I never tire of reminding my students that Charles Darwin withheld the findings and averred the implications of the theory of natural selection for twenty odd years before he was compelled to reveal his place in the history of ideas. After Alfred Russel Wallace came to much the same ideas about evolution and natural selection, the truth needed to find a way forward. Wallace was a good sod about it because Darwin got the credit he deserved. But they both came, more and less, to the same theory: a theory that really does explain how we got here as living beings. Truth can do that: it can appear without consultations or conspiracies because human minds can discern from evidence things worth knowing. I confess my own bias in this matter since I would regard Darwin’s idea as the single most important insight in the history of human thought. But both Darwin and Wallace understood how unready we humans are for truth.

Before Darwin we had no explanation of human existence that wasn’t mere religious assertion; after Darwin we found out that these meaning-making efforts were at best consolations and, more truthfully, memes of historical recursion imposed upon us by traditions, by the kind of authority that can use them to direct and dictate our behaviors and control our interrogations of human nature. The outcome of this Single Best Idea Ever is eventually the explaining deconstructionist.

When we can explain the world without gods, the specious excuses of mysticism, or some or another fanciful assertion of supernatural ineffability, the world becomes more believably ineffable: it really is more than we can fathom and daunting in all of its prospects. If we want a life that is more than mortal we’re asking for something that we’ll never all agree is real. The Buddhists, like their Hindu brethren, seem to have captured the problem of suffering correctly: we suffer, things will go amiss from whatever benchmark of happiness we desire, and what we want is often the cause of further suffering. In the spirit of Darwinians and deconstructionists we might stop right there---we can admit the first two “noble” truths, ignore the third about nirvana, and then query what’s all that’s “right” about any path’s claims to right this and right that. Buddhas are supposed to know, supposed have solved the problematics of this human condition but then we find ourselves tripping again over religious claims. Can we make peace with our condition when, after all, no one is reallyin charge of anything or really knows what’s going on? How could they? Who would that be?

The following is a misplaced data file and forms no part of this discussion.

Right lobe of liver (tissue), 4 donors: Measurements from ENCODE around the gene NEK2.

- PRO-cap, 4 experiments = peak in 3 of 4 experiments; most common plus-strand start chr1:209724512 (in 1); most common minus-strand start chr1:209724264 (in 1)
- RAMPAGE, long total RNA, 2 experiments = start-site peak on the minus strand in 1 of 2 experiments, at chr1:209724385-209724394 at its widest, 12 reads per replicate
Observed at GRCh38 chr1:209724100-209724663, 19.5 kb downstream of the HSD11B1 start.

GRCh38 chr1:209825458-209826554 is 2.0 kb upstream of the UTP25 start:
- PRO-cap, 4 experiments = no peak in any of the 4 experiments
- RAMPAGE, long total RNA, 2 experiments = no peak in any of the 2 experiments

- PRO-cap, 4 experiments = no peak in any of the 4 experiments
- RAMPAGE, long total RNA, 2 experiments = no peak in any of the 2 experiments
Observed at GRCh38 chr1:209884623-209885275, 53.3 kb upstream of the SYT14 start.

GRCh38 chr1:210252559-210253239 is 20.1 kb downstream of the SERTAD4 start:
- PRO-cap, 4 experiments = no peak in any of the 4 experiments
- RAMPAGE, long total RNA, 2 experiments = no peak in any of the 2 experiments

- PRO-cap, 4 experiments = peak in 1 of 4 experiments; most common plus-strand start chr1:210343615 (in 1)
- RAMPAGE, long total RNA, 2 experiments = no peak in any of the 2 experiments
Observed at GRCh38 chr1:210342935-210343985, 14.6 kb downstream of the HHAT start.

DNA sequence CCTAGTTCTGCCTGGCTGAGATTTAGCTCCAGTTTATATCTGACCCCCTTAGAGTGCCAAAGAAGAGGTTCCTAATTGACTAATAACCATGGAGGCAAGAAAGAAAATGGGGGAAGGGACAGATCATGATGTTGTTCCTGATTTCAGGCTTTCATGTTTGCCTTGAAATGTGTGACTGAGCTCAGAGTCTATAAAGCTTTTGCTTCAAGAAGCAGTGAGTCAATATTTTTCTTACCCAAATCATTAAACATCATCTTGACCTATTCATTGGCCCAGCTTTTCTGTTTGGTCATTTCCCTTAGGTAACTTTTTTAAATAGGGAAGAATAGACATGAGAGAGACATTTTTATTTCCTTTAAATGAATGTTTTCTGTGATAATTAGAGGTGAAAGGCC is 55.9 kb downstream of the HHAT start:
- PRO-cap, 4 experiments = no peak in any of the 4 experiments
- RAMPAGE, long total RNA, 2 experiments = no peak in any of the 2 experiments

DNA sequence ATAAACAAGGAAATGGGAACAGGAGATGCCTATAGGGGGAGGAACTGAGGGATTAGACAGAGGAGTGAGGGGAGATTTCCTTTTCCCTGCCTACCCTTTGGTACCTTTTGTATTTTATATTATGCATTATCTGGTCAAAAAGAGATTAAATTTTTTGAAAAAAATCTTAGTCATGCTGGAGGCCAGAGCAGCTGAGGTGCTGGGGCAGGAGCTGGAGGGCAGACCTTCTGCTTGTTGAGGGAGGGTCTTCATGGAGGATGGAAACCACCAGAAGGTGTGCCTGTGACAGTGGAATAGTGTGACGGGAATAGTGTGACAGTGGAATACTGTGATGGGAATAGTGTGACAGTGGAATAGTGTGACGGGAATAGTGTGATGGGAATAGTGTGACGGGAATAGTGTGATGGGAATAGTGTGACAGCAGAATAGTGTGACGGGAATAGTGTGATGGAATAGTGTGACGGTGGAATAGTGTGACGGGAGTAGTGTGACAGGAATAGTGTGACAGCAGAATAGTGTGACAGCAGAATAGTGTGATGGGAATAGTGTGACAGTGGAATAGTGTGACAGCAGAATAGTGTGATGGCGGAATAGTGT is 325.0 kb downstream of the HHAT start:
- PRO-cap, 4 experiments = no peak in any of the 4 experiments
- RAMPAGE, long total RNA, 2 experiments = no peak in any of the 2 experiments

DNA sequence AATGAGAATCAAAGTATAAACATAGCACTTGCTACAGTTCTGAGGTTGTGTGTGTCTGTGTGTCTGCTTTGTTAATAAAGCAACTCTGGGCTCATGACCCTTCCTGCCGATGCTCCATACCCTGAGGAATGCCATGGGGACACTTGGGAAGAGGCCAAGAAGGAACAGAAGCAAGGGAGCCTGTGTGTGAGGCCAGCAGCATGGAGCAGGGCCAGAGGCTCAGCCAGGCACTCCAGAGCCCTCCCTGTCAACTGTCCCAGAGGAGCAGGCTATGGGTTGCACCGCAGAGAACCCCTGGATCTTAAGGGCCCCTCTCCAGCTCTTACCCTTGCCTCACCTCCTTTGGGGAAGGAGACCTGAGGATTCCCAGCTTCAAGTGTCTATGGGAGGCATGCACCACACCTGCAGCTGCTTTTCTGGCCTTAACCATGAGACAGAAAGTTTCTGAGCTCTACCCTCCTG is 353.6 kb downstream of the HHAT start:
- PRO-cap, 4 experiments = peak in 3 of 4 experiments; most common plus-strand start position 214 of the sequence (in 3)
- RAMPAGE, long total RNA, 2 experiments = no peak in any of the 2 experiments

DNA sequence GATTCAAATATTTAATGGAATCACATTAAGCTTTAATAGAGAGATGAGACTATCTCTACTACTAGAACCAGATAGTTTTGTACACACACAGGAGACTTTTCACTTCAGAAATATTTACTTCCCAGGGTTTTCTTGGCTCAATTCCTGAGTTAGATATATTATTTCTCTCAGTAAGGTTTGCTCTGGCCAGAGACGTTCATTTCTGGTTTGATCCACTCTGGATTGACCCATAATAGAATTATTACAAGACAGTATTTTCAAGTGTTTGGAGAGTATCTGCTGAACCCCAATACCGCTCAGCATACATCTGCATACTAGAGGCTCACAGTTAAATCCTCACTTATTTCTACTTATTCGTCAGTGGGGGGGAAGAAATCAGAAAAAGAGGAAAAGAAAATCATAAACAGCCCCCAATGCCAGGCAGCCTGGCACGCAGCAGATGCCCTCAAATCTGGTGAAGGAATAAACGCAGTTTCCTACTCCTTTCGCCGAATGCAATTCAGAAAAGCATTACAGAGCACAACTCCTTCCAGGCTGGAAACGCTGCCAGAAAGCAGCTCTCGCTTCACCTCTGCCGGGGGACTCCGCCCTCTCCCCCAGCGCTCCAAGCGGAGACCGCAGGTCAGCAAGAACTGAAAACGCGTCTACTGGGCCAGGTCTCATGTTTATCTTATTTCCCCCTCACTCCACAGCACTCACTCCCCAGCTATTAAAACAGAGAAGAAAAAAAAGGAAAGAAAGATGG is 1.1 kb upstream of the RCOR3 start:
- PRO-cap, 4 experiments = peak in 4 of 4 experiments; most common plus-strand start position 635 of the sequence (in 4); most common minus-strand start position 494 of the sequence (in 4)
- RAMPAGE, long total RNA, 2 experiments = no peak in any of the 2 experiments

Darwin understood that his theory left out god, buddhas, siddhas, the whole lot of them, anyone claiming to having all the answers. And so did Hawking more recently when he declared in print that the physical universe was well enough understood without a god and that what we do seemto know doesn’t require any such claims to omniscience or omnipotence. Leave out the fantasies, stick with what we can try to prove with our human tools, like math and imagination. We are indeed left to our human devices however incomplete, provisional, and co-dependent they are upon our merely human agreements and perceptions. It would appear that Nagarjuna was right after all when he told us that the Buddha we experience as our experience is not at all the Buddha. That there is something more ineffable than our experience is now self-evident. The “problem” is that this ineffability is no consolation and provides nothing better than our very human achievements. But do we need better? I think we being slightly more attuned to being mortal might suffice.